Charlie Talks DEADFALL, SONS OF ANARCHY Season 5, PACIFIC RIM, and Writing a Movie About a Drug Lord for WB and Legendary
Don’t miss Charlie’s entire interview in full over at COLLIDER.COM
Collider: You’ve been playing a really interesting assortment of characters lately. Has the selection of projects you’ve done been intentional, in any way?
CHARLIE HUNNAM: I’ve just been trying to keep it fresh. Actually, that’s not even true. I haven’t been trying to do anything. I’ve just been going where my heart is. I have no big plan, other than unless I want to see the movie, I don’t want to act in it.
Was that really sparked by the departure of Ryan Hurst and the loss of Opie?
HUNNAM: For me, it had a massive effect, losing Ryan Hurst on the show. It had a really, really profound effect on me, creatively and personally. I think a lot of that was in line with what Jax would have been feeling, but also made me feel a real responsibility to Ryan Hurst, as me, to keep doing this and making sure that we get ours. I felt like we were headed, and Jax felt like we were headed, to a place where it was going to be me and Opie at the head of the table, and that got taken from us. I’ve had the deepest creative experience of my life on Sons of Anarchy, just because of the time we’ve spent playing these characters. They just get ingrained. Those relationships and those guys that I’ve worked with have just become my brothers and my family, so that was a very, very hard pill to swallow, for us to lose Opie.
And you’re currently writing something, right now?
HUNNAM: That’s the main reason why I took this six months off. I have this true story that I own the rights to, that I’m writing right now, and I just think it could be spectacular. I love this guy. It’s the true story of a blonde-haired, blue-eyed, all-American Texas player who was dirt poor and grew up in Laredo. At eight or nine years old, he just had a total existential crisis. He looked around and was like, “This is shit! Where’s the intention? Everybody is just a slave to the social and economic demands of their life. Where’s the life here?” He said, “Fuck it! This is not going to be my life.” From eight to 17, he never smoked a cigarette, never drank a beer, never had a cup of coffee, and didn’t even look at a joint. He had total discipline. He wanted to get himself a football scholarship, go to college, use his time at college to get an education, escape poverty and live a meaningful life. He got the football scholarship to an Ivy League school when he was 17.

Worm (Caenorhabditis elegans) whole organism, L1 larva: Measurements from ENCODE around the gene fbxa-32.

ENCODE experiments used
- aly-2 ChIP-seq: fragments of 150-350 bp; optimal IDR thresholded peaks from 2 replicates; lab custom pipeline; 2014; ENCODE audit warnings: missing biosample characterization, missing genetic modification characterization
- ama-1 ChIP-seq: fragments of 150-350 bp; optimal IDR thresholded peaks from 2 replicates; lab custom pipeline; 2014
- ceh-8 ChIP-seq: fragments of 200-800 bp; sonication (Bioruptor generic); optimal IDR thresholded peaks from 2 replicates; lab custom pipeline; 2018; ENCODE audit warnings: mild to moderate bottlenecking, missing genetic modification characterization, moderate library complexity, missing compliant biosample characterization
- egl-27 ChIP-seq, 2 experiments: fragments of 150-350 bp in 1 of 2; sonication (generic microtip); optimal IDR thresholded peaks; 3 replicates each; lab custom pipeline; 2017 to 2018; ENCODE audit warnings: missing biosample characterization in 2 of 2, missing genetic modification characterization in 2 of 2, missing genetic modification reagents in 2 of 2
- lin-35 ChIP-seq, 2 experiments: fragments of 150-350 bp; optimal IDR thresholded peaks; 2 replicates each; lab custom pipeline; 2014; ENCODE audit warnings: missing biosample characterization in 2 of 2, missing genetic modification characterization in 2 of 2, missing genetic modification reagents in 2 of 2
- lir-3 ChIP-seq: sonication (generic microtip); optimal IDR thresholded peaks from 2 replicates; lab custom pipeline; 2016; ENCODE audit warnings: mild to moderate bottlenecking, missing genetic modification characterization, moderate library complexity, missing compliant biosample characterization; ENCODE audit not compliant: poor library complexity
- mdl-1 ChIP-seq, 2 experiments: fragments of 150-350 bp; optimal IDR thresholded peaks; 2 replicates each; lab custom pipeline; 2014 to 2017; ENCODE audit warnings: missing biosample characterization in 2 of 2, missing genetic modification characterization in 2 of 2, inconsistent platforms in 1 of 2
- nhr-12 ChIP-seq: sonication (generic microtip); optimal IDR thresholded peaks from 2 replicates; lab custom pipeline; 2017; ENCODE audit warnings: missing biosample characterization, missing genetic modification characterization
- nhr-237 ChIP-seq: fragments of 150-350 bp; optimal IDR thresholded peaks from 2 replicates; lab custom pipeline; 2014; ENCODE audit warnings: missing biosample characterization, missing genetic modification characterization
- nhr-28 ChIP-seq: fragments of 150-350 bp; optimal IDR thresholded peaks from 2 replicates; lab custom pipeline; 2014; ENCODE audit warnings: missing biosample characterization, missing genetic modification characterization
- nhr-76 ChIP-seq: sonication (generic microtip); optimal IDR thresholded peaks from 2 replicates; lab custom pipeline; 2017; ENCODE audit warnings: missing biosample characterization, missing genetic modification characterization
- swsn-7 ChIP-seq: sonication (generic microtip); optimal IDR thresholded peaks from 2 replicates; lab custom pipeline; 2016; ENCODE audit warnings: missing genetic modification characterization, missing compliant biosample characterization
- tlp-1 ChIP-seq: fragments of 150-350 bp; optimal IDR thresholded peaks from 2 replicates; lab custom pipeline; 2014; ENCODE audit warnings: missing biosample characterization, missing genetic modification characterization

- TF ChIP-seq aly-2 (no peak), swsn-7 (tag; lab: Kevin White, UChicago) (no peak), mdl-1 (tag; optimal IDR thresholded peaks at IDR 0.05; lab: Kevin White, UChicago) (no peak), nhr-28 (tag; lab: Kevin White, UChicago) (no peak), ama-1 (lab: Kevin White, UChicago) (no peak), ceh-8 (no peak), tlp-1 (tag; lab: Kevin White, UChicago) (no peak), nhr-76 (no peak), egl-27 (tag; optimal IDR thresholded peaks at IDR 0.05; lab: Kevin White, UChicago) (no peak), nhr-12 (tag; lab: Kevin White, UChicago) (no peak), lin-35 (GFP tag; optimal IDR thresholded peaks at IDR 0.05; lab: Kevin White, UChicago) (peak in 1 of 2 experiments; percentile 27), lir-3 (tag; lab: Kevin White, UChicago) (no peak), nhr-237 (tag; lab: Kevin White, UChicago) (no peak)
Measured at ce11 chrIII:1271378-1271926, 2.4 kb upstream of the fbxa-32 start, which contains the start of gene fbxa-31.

Ten days after he got the football scholarship, he got into an accident in his car and got charged with criminally negligent homicide because the other person died. He got sent to prison for two years, and he came out at 19 with all of that discipline and passion and hope for his future, and nowhere to put it. He said, “Fuck it! I’m going to start dealing drugs.” By the time he was 27, he was running the third biggest drug cartel in Mexico. It’s a fucking crazy story of the American dream gone wrong and the lengths that people will go to, to feel as though they’ve escaped the drudgery of everyday civilization.
Is that something you’re also looking to act in?
HUNNAM: I don’t know if I’m going to act in it or not. I’m making it with Legendary and Warner Bros. They bought the idea from me, and I’m writing it. We’ll see what we’re going to do. I really want to write it and produce it, so it gets made the way I want it to get made. I also have two other films in development that I’m writing and producing. And then, I have another one in development that I already have been working on for a long time. And then, the fifth thing I’m going to write is this film that I have for Tommy Flanagan, that I want to direct for him to star in. We want to go and make that for a million bucks in Britain. Tommy is just amazing. I just think he’s phenomenal. Some of the work he did this season (on Sons of Anarchy) was just breathtaking.